While user privacy is top of everyone’s minds when it comes to Facebook these days, a report from Motherboard this week sheds light on criminal activity on the platform.
Independent security researcher Justin Shafer reached out to the publication with the information and its report cites public posts of users trying to sell social security numbers and other identity data on Facebook.
The public posts also includes some which seek to sell stolen credit card data, and some posts were years old. Motherboard checked the veracity of the data shared in the posts and says it can “confirm the first four digits of the social security numbers, names, addresses, and dates of birth for four people whose data appears in a post from July 2014”.
Finding public posts on Facebook is ridiculously easy for anyone, and you don’t even have to be a Facebook user to view them. The right Google search will throw up public posts, which can also be accessed in Incognito mode without being signed in.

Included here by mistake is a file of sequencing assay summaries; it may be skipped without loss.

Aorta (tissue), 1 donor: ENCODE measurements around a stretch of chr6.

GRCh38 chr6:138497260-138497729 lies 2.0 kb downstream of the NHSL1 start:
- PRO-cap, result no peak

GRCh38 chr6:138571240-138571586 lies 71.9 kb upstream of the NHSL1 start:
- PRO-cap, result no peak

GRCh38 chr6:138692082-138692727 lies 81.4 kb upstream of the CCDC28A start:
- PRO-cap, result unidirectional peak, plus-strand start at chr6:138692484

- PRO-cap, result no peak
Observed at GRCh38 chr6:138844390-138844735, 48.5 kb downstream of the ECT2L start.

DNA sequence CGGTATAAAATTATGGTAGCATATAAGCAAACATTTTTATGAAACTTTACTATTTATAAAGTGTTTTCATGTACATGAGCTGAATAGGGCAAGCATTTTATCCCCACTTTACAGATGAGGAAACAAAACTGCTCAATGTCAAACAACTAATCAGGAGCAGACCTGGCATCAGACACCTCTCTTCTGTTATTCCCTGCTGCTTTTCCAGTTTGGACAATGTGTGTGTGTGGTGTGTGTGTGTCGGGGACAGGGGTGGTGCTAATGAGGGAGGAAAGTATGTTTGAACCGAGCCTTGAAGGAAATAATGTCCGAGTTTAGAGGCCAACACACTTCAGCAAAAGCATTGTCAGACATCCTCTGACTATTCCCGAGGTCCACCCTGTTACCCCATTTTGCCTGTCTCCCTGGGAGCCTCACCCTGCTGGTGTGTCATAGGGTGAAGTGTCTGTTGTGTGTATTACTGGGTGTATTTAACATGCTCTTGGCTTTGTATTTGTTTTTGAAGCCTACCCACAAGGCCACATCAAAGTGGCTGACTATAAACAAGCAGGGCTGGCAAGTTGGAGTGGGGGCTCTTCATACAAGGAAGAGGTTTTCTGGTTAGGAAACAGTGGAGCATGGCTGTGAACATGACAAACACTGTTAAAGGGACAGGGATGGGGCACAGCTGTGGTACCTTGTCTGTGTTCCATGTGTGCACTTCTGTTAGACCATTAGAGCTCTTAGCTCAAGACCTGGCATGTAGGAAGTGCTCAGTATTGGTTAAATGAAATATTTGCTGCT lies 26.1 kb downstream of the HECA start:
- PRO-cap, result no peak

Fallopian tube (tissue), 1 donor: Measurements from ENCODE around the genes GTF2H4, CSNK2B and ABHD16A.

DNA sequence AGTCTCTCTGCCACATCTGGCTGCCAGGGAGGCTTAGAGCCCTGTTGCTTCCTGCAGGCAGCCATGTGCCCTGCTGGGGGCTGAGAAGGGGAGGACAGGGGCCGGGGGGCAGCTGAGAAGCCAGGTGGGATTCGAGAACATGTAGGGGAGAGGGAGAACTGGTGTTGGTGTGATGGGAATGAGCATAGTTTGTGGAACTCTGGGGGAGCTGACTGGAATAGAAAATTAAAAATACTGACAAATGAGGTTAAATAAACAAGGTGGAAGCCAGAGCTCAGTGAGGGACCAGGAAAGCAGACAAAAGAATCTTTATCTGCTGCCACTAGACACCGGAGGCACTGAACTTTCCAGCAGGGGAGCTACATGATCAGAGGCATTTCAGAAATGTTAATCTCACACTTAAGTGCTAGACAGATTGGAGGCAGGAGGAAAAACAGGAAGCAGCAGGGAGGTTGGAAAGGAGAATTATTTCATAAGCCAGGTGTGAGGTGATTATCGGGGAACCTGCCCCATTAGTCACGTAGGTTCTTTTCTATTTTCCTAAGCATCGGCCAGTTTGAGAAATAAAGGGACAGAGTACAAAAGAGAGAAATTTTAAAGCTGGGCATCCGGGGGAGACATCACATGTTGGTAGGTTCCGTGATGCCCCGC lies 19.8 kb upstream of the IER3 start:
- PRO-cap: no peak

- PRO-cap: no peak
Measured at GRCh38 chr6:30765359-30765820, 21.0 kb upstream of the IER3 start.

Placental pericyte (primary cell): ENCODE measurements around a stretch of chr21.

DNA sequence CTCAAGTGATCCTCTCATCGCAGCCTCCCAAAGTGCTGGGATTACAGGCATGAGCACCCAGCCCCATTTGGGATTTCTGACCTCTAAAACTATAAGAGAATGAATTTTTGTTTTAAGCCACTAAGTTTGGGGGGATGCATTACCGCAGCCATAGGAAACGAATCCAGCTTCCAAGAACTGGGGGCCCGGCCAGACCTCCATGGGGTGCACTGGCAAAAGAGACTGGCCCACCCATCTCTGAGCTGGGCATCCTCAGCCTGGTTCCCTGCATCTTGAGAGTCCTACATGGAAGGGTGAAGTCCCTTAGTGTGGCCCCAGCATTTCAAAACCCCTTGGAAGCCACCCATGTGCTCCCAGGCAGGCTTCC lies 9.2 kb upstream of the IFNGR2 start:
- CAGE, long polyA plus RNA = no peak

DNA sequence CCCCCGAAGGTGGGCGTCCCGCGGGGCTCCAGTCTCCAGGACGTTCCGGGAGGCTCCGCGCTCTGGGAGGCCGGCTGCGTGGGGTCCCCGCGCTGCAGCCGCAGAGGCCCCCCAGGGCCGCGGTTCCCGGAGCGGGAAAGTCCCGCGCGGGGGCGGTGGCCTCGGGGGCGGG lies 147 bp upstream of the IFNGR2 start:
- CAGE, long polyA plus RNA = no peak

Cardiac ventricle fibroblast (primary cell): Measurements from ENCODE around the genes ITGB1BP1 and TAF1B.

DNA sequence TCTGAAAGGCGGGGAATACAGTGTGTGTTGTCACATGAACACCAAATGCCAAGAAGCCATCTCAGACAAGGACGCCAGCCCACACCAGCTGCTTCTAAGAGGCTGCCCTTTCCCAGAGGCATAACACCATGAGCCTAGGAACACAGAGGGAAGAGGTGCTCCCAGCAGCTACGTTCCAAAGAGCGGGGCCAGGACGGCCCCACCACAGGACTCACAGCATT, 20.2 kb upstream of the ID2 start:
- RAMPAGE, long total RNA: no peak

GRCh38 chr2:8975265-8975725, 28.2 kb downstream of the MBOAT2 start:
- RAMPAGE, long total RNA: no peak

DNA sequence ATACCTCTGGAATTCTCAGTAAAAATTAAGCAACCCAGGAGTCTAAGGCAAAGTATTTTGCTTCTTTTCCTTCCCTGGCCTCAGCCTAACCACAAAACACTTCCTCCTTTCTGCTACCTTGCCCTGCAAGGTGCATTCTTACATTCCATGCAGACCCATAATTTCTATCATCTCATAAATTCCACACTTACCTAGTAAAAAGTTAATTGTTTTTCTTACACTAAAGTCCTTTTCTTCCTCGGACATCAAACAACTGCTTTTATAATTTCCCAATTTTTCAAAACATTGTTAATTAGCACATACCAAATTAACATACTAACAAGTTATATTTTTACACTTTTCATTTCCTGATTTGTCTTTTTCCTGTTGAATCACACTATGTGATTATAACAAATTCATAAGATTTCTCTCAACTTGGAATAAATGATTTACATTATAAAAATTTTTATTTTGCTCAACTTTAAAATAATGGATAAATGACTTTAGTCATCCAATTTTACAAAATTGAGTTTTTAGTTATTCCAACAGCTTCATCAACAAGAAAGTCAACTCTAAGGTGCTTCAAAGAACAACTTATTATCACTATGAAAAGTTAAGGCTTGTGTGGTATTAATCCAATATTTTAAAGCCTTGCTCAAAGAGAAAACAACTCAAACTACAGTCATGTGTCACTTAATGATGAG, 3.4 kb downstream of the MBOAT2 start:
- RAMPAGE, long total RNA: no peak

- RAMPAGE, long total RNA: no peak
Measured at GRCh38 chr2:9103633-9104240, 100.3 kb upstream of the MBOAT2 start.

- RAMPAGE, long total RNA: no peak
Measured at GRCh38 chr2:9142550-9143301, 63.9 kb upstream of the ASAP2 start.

“Most of the posts appeared to be ads made by criminals who were trying to sell personal information. Some of the ads are several years old, and were posted as ‘public’ on Facebook, meaning anyone can see them, not just the author’s friends,” the report said.
What is most alarming here is that some of these posts are many years old, and Facebook’s much-touted content scanning algorithm should have flagged them, if not taken them down automatically. As digital security trainer Matt Mitchell told Motherboard, “On their (Facebook’s) end it’s pure laziness to wait for an abuse report to stop post that are following a doxing template.”
Facebook did not respond to Motherboard beyond saying that they would look into it. Motherboard reports that some posts from the Google search results shared with Facebook were removed.